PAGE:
Also, and this is the ash-caked lampblack-coated tar-soaked pot calling the kettle black, but despite its outstanding quality Homestuck in particular is a little bit difficult to follow at times. I went over the whole "billiard ball themed criminal quasi-main-storyline" thing thrice before it really gelled how it fit into anything else.

    If you've a head for holistic science fantasy, the Library may oblige: https://www.thomas-generalized-recountings-library.com
    If you've a dislike for lengthy names, I'm so sorry.
  6. Thedude3445 (Member)

    Posted 3 months ago

    (Nippoten put your script on here)

    I don't know if the argument that web fiction should be pure prose only because other mediums get exposure elsewhere holds up by itself. And I kind of agree with it, too, because web novels are still very niche (we didn't even get a listing for The Martian before it left the web). But I think that it may be better to have a continuum rather than a firm cutoff.

    For example, take the CYOA or Interactive Story medium.
    ---LitRPG: At its core, this is a non-interactive game engine put into prose. 100% acceptable on WFG.
    ---Reader-Driven Story: Prose fiction where the plot and its direction are directly decided by reader suggestions or votes. Only interactive during its serialization, though, and almost universally acceptable on WFG.
    ---Online CYOA: it's a prose story, but you can click to make choices on story paths, and there may be some variables involved. Generally accepted on WFG, it appears.
    ---Browser Visual Novel: A prose story that can be read on a computer with no special software or downloads, but with images, sound, and interactive story branches. Some "kinetic novels" also do away with the interactivity and simply deliver a prose story with accompanying art and sound. None have ever appeared on WFG as far as I'm aware.
    ---Online text adventure: All text and prose, but with a more open story path and often specific game objectives or stats. Pretty iffy and I don't think any have ever made it on here.
    ---Download-only CYOA: Think something like Depression Quest, where you download it on Steam to play, but it's just a Twine game wrapped in an .exe file. No different than a browser version, but requires extra steps, and can be read offline. Considering this is WEB fiction, this shouldn't apply, but there are some download-only stories on here, including ones distributed exclusively on PDF (ew).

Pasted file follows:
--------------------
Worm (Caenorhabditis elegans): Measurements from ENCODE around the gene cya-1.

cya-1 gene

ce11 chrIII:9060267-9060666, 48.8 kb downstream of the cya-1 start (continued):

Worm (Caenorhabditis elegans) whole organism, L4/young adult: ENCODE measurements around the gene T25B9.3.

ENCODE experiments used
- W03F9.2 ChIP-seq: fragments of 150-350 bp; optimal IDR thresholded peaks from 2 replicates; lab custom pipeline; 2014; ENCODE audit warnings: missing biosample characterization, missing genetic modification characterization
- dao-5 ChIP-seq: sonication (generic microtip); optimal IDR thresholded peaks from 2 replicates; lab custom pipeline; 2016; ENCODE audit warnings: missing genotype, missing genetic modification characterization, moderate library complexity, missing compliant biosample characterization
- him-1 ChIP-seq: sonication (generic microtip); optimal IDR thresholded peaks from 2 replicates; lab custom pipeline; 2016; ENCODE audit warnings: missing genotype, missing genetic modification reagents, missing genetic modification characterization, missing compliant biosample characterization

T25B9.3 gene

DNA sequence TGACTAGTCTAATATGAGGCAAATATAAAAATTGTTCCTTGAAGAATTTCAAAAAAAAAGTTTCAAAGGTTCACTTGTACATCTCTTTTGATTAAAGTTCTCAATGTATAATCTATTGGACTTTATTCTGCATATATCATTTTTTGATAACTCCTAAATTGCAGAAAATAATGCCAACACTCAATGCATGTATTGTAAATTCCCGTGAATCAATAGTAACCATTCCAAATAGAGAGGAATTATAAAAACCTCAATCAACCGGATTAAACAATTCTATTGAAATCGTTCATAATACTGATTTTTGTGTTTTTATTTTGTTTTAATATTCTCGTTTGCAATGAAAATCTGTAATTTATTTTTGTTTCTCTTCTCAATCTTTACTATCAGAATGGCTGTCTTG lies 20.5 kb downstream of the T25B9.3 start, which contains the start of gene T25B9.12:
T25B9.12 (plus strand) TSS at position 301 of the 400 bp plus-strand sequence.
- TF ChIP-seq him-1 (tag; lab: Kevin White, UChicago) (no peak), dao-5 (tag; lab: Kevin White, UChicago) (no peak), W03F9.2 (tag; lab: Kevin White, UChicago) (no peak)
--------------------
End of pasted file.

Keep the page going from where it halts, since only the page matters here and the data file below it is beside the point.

---Download-only Visual Novel: A visual novel, but must be downloaded from a website or through a game client. Almost certainly not acceptable.
    ---Story-based video game (e.g. Elder Scrolls): 100% not web fiction at all, whether or not it's browser or download.

    Where do you cut it off?

    I guess y'all say, cut it off after reader-driven stories. Web Fiction Guide itself has accepted up to Online CYOA, and I personally would accept a browser Visual Novel (there is a VNDB website but that medium is just as niche as us, maybe moreso).

    With Homestuck in particular, there is no reason for it to be on here except as a marketing stunt to boost WFG lol. But are there other hybrid mixed-medium stories that are worth our time? I dunno. Maybe not considering the responses.

    Sorry boss, but there's only two men I trust. One of them's me. The other's not you.
  7. Rhodeworks (Member)

    Posted 3 months ago

    I'd cut that list off after LitRPG.

  8. nippoten (Member)

    Posted 3 months ago

    TBH i'd keep at just proseworks, otherwise everything is gonna be one here and i'm pretty everything isn't supposed to be on here

  9. Alexander.Hollins (Member)

    Posted 3 months ago

    A. cyoa in any form seems cool to me. A browser interactive novel also fits, imo.

    The cutoff, where it comes to graphics, is, is it sequential art that has words on it, or, is it words, that has images to go along with the text? In a comic, the art contains most of the story, the action. In prose with pictures, the words tell the story, describe the people, places, and things, but images, even if they are constant and on nearly every page (wimpy kid, captain underpants, the last kids on earth) supplement the words in telling the story, they don't replace them.

    Chat logs, cool. Images of people talking, with the words underneath them , not over the images, cool.